Tuesday, June 30, 2009

Tell me a story…

James told me that he wasn’t a fan of Ghandi.

“Really?” I’d never heard anybody say that before. I almost wanted to tell him to keep his voice down – we were sitting in Credo Café, one of the main hubs of Urban Seed. In that organisation, to deny Ghandi is getting close to denying Christ! “Why?” I wanted to know.
“Well Ghandi called off the independence movement when it turned violent,” stated James, leaning against a wooden bench. A candle flickered while volunteers mopped the floor around us. “I think to myself: how dare he! If the people wanted to take the movement somewhere, stopping it was a complete abuse of power. It wasn’t his movement – it was the people’s!”
I sat there half-smiling, a little stunned.
James went on. “In fact,” he said, “The Ghandi story is simply a narrative that is popular amongst Americans. Same as Martin Luther King. He appeals to a white liberal audience, because he’s relatively nice. It’s all about racial harmony, as opposed to Black power. Actually,” said James, “the ‘I Have a Dream’ speech was made some years before his death. Before he was assassinated, his speeches took on a stronger socialist flavour. But those speeches don’t get remembered and quoted!”

I am not surprised that James has picked up on – or rather has been around people who have alerted him to – the socialist leanings of Martin Luther King. James believes passionately in the power of the grassroots. He is a self-identifying activist, and continually wears a cotton red-and-white scarf that he picked up during his time in Palestine. A dense beard belies a youthful face and a crooked smile, which persists whether he’s extolling the virtues of a polyamorous lifestyle or condemning Israel for genocide.

James reminds me that the stories of the lives of people we love and admire – like Ghandi and Martin Luther King – are simply that: stories. Like any narrative, some aspects are left out and others are emphasised, and this corresponds with the agenda of the storyteller.

The Ghandi story, for many of us, is a principle in narrative form that nonviolent good will always conquer violent evil. We underscore the nonviolent methods Ghandi demonstrated, such as long marches to gather salt and the burning of British cotton. James, on the other hand, emphasises the fact that at a certain point Ghandi calls the movement off – taking power from the people and causing the Indian people to suffer even longer under British rule.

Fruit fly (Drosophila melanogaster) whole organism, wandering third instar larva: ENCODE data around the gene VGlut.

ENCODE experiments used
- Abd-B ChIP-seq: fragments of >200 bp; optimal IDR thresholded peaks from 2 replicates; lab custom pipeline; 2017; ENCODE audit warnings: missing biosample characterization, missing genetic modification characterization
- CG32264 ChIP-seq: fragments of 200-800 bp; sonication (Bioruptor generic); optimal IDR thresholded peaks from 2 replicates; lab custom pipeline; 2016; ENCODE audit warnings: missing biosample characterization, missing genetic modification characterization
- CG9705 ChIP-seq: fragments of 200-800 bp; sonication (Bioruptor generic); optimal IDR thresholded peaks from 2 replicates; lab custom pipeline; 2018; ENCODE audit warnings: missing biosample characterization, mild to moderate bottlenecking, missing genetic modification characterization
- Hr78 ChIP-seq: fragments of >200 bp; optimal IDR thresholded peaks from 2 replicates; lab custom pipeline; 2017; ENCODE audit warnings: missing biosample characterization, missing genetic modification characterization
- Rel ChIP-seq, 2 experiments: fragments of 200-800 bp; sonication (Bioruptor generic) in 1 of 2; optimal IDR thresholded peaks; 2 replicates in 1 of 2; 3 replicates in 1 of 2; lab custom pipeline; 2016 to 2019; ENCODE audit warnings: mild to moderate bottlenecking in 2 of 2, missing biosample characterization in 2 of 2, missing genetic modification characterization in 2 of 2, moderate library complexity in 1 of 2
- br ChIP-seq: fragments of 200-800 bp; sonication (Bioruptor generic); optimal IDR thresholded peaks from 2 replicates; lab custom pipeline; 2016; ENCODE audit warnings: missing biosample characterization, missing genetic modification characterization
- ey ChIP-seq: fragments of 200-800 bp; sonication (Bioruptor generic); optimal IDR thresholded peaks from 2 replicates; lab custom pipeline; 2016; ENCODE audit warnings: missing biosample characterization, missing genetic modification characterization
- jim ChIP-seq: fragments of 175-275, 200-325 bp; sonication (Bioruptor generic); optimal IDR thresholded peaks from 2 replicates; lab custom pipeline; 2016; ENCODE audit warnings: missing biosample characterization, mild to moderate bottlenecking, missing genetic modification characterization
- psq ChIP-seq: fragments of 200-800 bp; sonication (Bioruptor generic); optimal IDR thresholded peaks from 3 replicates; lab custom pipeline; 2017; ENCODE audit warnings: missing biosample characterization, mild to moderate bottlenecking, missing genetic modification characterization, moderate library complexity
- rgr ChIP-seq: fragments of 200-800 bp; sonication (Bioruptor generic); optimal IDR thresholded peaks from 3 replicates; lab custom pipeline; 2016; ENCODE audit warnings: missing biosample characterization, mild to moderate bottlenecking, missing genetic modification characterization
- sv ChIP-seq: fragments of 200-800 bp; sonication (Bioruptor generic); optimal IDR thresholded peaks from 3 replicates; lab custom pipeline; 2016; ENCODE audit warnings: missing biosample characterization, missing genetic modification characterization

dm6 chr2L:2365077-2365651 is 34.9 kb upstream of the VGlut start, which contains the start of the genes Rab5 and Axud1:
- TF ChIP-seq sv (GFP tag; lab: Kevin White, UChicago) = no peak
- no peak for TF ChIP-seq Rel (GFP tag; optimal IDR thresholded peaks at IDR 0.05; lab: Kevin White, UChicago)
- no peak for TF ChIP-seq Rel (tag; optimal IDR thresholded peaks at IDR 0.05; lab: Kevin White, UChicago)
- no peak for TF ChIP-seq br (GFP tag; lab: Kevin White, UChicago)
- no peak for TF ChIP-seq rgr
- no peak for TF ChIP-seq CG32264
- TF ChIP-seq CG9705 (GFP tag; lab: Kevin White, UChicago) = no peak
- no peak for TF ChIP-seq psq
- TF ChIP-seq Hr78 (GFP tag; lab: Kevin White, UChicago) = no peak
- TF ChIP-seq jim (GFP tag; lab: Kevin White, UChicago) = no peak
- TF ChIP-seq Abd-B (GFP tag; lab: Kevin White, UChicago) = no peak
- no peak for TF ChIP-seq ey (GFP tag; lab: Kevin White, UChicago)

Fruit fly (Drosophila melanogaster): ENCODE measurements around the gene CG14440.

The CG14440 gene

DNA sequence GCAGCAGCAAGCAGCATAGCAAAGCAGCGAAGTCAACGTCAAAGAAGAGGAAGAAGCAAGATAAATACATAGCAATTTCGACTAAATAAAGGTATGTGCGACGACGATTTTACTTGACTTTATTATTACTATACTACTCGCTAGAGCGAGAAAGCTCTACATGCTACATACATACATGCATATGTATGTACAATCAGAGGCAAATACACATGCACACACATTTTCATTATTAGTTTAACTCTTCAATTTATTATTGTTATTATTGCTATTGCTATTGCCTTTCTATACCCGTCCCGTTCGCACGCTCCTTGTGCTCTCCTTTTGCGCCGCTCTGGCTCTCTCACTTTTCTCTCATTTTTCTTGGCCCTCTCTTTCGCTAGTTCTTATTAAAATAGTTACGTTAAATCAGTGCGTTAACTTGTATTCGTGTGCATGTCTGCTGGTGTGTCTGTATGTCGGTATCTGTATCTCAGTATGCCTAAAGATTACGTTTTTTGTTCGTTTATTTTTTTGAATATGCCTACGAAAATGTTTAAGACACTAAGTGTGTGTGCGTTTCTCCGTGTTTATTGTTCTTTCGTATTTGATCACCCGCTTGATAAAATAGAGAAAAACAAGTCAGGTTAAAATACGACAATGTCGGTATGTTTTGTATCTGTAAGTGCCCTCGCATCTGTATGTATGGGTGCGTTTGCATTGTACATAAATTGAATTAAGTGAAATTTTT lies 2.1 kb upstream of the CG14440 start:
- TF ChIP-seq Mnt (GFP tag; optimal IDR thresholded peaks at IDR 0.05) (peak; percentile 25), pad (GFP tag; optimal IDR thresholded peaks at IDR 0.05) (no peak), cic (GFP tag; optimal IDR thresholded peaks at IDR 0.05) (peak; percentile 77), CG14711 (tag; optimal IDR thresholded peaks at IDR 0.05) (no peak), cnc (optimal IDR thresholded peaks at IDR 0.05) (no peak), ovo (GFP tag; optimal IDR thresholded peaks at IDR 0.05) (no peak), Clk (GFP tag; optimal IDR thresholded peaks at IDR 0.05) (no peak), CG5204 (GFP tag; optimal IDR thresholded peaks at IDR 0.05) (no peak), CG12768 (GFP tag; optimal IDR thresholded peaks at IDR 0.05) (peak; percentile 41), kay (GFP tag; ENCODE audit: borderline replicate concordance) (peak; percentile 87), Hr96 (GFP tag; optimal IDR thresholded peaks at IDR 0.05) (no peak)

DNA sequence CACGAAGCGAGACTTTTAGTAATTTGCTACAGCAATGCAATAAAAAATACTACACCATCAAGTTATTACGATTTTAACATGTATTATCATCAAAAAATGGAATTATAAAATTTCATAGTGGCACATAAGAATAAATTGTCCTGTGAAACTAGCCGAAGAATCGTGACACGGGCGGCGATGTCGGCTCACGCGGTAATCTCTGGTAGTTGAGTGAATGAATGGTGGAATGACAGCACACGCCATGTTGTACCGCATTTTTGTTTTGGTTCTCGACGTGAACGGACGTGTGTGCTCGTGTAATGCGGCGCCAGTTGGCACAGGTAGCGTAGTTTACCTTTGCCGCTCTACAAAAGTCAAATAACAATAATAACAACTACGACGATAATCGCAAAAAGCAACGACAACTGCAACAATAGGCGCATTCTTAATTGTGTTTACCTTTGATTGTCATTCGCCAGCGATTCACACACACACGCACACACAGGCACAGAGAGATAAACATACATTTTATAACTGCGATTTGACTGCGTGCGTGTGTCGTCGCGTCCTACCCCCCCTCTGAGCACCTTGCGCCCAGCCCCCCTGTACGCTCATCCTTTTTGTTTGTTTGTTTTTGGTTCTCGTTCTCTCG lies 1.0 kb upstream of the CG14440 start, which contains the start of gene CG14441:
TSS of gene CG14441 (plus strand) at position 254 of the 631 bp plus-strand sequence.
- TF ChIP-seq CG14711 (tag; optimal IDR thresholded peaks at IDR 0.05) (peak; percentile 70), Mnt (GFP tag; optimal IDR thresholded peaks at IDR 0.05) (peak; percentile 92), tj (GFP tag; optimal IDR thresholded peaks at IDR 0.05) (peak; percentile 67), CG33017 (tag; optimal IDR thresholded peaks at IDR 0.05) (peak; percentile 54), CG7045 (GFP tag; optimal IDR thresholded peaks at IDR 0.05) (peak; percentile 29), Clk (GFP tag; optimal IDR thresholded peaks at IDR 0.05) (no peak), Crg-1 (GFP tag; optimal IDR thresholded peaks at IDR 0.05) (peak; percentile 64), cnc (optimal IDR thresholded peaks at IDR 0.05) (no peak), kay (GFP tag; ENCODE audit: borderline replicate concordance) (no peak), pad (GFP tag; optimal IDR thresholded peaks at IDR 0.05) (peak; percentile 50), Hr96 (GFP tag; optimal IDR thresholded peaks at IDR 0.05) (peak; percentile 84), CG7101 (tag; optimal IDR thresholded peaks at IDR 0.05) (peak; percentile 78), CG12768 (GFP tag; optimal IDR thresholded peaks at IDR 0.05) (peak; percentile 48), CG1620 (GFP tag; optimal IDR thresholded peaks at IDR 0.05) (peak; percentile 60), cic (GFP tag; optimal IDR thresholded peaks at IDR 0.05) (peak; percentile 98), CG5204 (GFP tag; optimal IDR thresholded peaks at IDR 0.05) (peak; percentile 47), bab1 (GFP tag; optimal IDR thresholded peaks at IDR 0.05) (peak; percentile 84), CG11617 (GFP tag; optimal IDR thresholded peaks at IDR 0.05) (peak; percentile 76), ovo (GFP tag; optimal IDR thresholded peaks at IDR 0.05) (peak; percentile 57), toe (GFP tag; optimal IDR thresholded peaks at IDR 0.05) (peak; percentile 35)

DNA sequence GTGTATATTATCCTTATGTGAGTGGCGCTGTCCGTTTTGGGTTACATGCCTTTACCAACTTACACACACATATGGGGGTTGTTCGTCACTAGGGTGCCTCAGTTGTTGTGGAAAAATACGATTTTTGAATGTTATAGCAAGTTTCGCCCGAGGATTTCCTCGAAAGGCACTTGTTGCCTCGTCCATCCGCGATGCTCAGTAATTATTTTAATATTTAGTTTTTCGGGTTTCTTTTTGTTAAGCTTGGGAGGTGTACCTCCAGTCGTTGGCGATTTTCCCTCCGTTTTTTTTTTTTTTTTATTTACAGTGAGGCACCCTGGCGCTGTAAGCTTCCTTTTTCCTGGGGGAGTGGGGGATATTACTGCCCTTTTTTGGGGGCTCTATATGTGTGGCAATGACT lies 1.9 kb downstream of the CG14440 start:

Similarly, we pick and choose from the historical reality of Martin Luther King – constructing a story of the man as a peaceful defender of civil rights, rather than a man of socialist persuasion. In fact, the whole Black civil rights movement is framed by the figure of the peaceful, Christian King, rather than the Muslim Malcolm X who believed in disciplined, violent defence. We construct a narrative and that becomes history.

As I write this, I think that it all seems so obvious it possibly doesn’t deserve a blog post. But it’s something I need to continually remind myself of – that there are so many versions of history, and when you seek to emulate an inspiring figure, all you can do is imitate the ways of a character in a story. A story based on a historical reality, yes, but nonetheless a story.

The Jesus that I know is a story character. A while ago I posted an analysis of a narrative in Mark, in which Christ overturns the tables of the vendors in the temple. Actually my interpretation is very much a product of my time at Urban Seed, where we tend to view the figure of Christ almost as a social and political revolutionary. My Dad doesn’t share these views, and responded to my post with a lengthy comment, arguing that Jesus’ purpose wasn’t primarily political or social